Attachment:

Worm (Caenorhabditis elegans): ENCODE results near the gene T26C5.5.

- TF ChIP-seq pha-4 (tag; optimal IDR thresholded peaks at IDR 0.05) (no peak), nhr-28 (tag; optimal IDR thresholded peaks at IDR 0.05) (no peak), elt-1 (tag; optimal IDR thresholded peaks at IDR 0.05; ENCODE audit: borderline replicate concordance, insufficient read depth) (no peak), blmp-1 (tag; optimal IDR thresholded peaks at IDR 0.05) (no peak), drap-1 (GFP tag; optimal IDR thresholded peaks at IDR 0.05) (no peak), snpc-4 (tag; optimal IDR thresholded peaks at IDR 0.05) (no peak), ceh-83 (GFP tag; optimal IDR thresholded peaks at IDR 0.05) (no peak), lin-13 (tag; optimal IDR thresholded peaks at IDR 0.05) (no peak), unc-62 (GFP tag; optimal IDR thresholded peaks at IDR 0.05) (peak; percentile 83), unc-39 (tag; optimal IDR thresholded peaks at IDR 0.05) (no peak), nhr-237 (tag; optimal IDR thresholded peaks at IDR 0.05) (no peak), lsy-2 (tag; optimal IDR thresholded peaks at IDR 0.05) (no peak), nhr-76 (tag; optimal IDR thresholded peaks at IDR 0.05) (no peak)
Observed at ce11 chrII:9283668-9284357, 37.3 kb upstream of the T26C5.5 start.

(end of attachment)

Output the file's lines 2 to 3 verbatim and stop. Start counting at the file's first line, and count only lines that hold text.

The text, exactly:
- TF ChIP-seq pha-4 (tag; optimal IDR thresholded peaks at IDR 0.05) (no peak), nhr-28 (tag; optimal IDR thresholded peaks at IDR 0.05) (no peak), elt-1 (tag; optimal IDR thresholded peaks at IDR 0.05; ENCODE audit: borderline replicate concordance, insufficient read depth) (no peak), blmp-1 (tag; optimal IDR thresholded peaks at IDR 0.05) (no peak), drap-1 (GFP tag; optimal IDR thresholded peaks at IDR 0.05) (no peak), snpc-4 (tag; optimal IDR thresholded peaks at IDR 0.05) (no peak), ceh-83 (GFP tag; optimal IDR thresholded peaks at IDR 0.05) (no peak), lin-13 (tag; optimal IDR thresholded peaks at IDR 0.05) (no peak), unc-62 (GFP tag; optimal IDR thresholded peaks at IDR 0.05) (peak; percentile 83), unc-39 (tag; optimal IDR thresholded peaks at IDR 0.05) (no peak), nhr-237 (tag; optimal IDR thresholded peaks at IDR 0.05) (no peak), lsy-2 (tag; optimal IDR thresholded peaks at IDR 0.05) (no peak), nhr-76 (tag; optimal IDR thresholded peaks at IDR 0.05) (no peak)
Observed at ce11 chrII:9283668-9284357, 37.3 kb upstream of the T26C5.5 start.